But lithium demand is also attracting other companies hoping to stake claims in the barren, windswept region of west-central Nevada.
Pure Energy Minerals headquartered in Vancouver, British Columbia, in September announced an agreement with Tesla to possibly provide lithium from another brine mine in Clayton Valley. The deal is contingent upon a forthcoming study on whether the project is technically and economically feasible.
Nevada Sunrise Gold Corp. in the fall also announced a letter of intent for an option to buy lithium claims near Silver Peak, while Ashburton Ventures Inc., a Canadian mineral exploration firm, said it acquired what it calls the "Elon" lithium claims in Clayton Valley. Others include Matica Enterprises and Dajin Resources Corp., both Canadian firms.
Enough soup underground?
Silver Peak officials declined requests for an interview. But Stillings said the company pumps from about a half-dozen different aquifers that takes timing and volume management to maximize production.
"It's really tricky because if they take too much water, pump too hard, they see the lithium concentrations drop," she said.
"It's just one big bathtub," she said of the valley, adding that it's unknown if the lithium-bearing aquifers are compartmentalized or somehow interconnected.
If they're linked, "too many straws" in the tub could diminish concentration levels, she said.
Kings Valley: Lithium mother lode?
Hundreds of miles north from Clayton Valley is Kings Valley, in Nevada's Humboldt County near the Oregon line. Western Lithium Corp. is banking on lithium-laden clay there as a new source of the element. Lithium has never been mined from clay before, but the deposit is calculated as among the fifth largest in the world.
"They have a lot of lithium in the ground but whether they can extract it is another story," Stillings said.
Western Lithium's mining claims encompass about 40,000 acres in Northern Nevada, said Jay Chmelauskas, president of the Vancouver-based company.
"We have invested a lot of time and money in our project in Nevada," Chmelauskas said. "The point of Nevada is, we didn't pick Nevada because we thought it was going to have a gigafactory. We picked Nevada because Mother Nature had deposited this very rich clay deposit."
The company has a demonstration plant in Germany, where clay from Nevada is crushed and pulverized. It's then mixed with other minerals, put into a rotary kiln, injected with natural gas and heated to make water-soluble lithium, potassium and sodium sulfates.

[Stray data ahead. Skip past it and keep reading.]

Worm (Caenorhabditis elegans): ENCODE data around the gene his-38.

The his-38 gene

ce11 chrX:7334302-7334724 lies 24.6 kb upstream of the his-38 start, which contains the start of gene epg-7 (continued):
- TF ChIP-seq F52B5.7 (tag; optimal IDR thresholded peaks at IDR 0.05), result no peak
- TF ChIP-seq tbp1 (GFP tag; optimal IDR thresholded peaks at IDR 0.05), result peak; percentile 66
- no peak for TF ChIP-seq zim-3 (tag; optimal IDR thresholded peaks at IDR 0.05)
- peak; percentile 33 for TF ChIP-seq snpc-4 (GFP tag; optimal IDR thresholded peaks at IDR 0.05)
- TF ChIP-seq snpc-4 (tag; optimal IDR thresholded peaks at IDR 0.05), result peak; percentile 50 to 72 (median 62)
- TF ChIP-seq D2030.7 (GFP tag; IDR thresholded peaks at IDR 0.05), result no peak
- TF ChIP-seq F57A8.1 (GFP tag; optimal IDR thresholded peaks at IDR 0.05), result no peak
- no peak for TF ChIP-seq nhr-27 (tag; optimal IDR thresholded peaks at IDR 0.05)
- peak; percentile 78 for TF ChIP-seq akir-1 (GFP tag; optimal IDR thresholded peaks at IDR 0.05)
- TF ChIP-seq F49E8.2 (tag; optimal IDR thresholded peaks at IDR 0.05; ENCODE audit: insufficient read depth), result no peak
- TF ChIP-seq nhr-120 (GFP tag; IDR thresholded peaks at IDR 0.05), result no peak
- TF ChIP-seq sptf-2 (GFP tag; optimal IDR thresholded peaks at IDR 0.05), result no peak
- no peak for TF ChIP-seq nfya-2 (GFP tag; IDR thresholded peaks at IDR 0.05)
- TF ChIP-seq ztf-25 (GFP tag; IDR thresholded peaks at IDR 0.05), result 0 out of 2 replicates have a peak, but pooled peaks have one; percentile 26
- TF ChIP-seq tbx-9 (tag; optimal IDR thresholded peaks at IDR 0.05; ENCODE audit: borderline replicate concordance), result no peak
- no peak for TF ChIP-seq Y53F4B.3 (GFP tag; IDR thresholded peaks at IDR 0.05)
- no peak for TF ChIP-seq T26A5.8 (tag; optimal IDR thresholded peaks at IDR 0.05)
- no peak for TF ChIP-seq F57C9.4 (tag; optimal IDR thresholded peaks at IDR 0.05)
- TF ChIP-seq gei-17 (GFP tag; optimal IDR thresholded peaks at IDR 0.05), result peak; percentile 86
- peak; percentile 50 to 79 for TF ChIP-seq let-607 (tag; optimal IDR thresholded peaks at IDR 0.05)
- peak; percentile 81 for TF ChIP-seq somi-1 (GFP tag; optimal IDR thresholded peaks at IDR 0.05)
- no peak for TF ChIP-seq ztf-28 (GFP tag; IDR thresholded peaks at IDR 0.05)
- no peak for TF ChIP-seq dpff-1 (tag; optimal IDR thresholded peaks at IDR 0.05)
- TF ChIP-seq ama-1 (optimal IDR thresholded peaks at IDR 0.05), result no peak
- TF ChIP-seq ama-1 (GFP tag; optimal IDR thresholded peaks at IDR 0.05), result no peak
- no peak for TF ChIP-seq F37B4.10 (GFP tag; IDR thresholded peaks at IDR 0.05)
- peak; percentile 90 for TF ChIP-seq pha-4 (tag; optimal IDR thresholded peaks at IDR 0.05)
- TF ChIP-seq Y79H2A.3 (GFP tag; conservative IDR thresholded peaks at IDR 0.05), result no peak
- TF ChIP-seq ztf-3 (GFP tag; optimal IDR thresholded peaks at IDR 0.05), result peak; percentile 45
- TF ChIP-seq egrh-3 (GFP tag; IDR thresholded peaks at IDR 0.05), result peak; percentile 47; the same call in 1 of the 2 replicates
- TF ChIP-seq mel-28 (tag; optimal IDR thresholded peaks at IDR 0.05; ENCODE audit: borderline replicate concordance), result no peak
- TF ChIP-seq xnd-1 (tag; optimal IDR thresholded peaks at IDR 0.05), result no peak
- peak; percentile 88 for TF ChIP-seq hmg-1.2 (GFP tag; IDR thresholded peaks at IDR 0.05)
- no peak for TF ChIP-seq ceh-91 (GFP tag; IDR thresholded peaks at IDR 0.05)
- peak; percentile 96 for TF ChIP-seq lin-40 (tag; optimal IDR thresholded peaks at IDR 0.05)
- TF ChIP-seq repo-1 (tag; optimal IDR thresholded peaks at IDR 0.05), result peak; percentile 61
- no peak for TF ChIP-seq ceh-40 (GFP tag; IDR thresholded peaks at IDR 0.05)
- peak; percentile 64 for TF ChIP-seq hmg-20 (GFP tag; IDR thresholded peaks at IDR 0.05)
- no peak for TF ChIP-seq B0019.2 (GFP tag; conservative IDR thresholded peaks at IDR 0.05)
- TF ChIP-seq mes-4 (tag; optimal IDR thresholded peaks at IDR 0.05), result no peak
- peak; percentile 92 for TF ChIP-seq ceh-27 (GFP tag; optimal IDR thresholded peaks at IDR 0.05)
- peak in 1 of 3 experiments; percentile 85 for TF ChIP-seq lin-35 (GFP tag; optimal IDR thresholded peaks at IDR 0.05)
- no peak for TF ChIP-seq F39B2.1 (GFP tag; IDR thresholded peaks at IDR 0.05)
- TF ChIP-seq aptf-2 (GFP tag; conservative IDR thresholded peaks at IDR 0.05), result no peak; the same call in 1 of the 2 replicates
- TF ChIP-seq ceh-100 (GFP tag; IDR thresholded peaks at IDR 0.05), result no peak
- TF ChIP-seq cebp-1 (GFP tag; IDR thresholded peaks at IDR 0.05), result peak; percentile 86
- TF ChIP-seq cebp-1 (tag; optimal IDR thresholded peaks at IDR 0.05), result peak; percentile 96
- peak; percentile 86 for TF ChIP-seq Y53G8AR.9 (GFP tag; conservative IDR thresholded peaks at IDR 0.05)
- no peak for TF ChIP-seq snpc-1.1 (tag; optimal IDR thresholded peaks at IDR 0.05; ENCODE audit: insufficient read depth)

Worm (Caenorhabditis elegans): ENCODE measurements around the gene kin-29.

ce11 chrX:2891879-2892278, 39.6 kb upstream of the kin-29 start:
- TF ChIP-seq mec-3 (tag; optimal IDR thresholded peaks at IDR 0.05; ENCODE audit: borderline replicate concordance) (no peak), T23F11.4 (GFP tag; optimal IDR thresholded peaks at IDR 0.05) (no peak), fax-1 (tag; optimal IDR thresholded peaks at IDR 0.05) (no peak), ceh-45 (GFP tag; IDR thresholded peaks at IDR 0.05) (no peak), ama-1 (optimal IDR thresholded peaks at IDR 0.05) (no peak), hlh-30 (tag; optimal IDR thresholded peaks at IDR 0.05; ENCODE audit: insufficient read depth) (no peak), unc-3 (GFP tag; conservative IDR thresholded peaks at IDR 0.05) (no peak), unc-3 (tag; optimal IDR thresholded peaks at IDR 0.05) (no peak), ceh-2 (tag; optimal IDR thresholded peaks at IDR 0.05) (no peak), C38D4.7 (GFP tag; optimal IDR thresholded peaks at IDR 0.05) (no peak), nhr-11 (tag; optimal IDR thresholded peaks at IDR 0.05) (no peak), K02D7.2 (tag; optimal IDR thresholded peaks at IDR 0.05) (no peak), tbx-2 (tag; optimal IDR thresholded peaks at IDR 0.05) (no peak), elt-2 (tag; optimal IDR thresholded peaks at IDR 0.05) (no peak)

It's cooled, screened, sacked and taken to a leaching facility. The granular substance is run through dissolvers and filters making a brine from which the lithium is concentrated and extracted through precipitation. A byproduct of the process is potassium sulfate, a commercial-grade fertilizer.
The plant, Chmelauskas said, shows Western Lithium is "walking the walk" toward large-scale production, which it hopes to commence by 2019.
According to the U.S. Geological Survey, Australia was the top lithium producer in 2014, followed by Chile, China, Argentina, Zimbabwe, Portugal, Brazil and the United States.
If the Nevada projects pan out, the state could catapult to a major player as the demand grows.
"There's this opportunity in front of us, and we only have several years to develop these projects to meet this new demand," Chmelauskas said. "So the projects that are the most advanced will best be able to compete in this next cycle."
Jon Hykawy, president of Stormcrow Capital, said there is a lot to like about Nevada's potential lithium future. For one thing, there's no fear of government upheaval or overthrow.
"We can't minimize the same danger for some potential producing jurisdictions elsewhere in the world," he said.
The biggest challenge for emerging lithium companies, Hykawy emphasized, is being able to supply it and make a profit.
"Obviously ... the biggest concern will be reliable and preferably low-cost production from whatever supplies arise; if they can't make money selling their product, then it doesn't matter where they are located, they won't be in business for very long," Hykawy said.